by Michael Joel-Hansen
MAPLE CREEK PUBLIC LIBRARY RECOGNIZES FREEDOM TO READ WEEK WITH IMPORTANT DISCUSSION ABOUT CENSORSHIP IN LITERATURE, USING DR. SEUSS AS A PRIME EXAMPLE
Feb. 25 to Mar. 3. marked Freedom to Read week across Canada. The week is organized by the Freedom of Expression Council of the Book and Periodical Council.
The Book and Periodical Council is an organization which represents a variety of people in the publishing industry. In Maple Creek, the public library marked the occasion by hosting a talk by Andrew Moore, who is a rural branch manager with the Chinook Regional Library.
The talk was entitled Censorship and Seuss. Moore explained he felt talking about censorship and Dr. Seuss was a good fit because most people have read at least one of his books. He said this flies in the face of what many people think when they hear about books being censored.
“Censorship tends to happen to books I haven’t read myself,” he said.
While performing social media research Moore discovered there have been attempts to censor Seuss’s work in Canada, despite Seuss being a world renowned author.
“I was a bit surprised … and about how recent (some) of those attempts were,” he said.
The rural branch librarian said he discovered the beloved children’s author works had seen attempts to censor them almost by accident.
The event was held in the library’s reading room. Moore began the talk by discussing the definition of censorship and where the word censorship originally came from. He then spoke about Seuss’s career and noted how the author did not just write books for children, but also for adults, in addition to working as a political cartoonist in advertising.
He also touched upon specific controversies which have involved a few of Seuss’s titles. One of these controversies involved the book Hop on Pop, which was originally published in 1963. The Toronto Public Library received complaints that the book promoted violence against fathers. The book was not banned as a result of the complaint. The Vancouver Public Library also found itself at the center of a controversy involving Seuss and one of his books.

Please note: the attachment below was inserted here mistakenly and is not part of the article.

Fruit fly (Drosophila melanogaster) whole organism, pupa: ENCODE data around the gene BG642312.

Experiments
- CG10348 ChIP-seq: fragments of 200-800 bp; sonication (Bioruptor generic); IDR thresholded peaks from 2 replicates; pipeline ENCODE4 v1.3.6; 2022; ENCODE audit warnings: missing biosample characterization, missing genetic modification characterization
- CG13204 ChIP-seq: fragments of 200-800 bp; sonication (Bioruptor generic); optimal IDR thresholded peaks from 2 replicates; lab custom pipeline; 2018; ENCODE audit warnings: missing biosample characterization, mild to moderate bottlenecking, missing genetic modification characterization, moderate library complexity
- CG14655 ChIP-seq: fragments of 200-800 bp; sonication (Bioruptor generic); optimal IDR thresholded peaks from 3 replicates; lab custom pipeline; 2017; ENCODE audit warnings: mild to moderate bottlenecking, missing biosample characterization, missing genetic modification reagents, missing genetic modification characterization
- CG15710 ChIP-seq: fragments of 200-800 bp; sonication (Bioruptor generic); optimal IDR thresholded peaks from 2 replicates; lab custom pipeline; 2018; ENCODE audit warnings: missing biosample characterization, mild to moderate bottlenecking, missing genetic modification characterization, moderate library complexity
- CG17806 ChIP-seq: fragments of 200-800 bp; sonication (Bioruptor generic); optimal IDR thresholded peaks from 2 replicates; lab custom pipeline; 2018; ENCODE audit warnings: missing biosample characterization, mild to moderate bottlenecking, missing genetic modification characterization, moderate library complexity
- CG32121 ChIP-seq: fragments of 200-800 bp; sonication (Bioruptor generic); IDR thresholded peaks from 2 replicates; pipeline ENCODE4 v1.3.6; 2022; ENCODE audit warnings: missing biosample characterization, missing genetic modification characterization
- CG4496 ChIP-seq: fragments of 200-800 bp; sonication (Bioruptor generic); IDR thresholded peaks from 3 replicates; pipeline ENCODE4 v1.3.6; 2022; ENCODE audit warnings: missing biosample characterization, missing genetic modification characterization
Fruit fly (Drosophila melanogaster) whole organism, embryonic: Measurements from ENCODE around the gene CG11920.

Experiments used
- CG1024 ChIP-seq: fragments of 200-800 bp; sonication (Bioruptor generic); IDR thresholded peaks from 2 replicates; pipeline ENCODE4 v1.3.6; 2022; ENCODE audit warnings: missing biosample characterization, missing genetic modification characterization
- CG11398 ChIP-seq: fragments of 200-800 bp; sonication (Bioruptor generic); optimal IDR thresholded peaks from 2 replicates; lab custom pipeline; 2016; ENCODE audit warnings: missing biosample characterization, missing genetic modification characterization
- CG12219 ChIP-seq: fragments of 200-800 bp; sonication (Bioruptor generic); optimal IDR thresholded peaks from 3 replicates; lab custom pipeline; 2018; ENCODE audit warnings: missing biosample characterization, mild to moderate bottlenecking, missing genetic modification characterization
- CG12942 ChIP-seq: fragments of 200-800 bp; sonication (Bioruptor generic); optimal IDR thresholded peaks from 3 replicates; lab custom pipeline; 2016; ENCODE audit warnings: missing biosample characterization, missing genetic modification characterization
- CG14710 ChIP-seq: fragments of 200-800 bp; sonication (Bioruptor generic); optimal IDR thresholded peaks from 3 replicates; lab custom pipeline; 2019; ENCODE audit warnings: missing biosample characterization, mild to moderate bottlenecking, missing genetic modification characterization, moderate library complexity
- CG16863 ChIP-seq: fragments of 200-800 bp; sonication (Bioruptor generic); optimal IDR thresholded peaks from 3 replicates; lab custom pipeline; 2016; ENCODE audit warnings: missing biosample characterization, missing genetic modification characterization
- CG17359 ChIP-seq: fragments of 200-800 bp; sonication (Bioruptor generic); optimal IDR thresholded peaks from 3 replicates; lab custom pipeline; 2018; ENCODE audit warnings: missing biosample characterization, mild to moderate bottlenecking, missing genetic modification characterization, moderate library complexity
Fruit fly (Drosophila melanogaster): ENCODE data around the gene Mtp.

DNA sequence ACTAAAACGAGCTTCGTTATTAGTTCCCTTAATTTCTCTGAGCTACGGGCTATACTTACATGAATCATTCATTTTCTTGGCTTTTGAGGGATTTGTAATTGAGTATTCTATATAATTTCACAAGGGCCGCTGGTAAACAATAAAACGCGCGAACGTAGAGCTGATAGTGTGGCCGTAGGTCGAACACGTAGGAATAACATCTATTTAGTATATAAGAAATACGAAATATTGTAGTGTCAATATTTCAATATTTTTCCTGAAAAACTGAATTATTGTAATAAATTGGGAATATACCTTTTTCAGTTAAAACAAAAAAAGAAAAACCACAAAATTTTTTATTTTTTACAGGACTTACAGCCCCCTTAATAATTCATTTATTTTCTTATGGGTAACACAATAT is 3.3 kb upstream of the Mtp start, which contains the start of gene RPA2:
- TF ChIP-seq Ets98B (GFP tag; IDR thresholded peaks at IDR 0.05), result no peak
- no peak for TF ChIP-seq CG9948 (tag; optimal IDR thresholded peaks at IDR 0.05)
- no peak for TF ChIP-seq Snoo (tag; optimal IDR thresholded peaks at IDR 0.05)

This time the book at the center of the controversy surrounded the Great Butter Battle Book. People complaining alleged the book glorified war. In the end the Vancouver library decided against banning the book. While attempts to remove Seuss’s books from public library spaces in Canada have been fought off for the most part, there have been instances in the United States, specifically Oregon, where his books have been banned.
Moore said Freedom to Read Week presents an important chance to talk about censorship. “(It’s) important to engage with all kinds of works,” he said.
Along with the opportunity to talk about censorship, Moore said the week is good too in that it gets people thinking about how important intellectual freedom is.
“Being able to choose what to read is … critical to public libraries,” he said.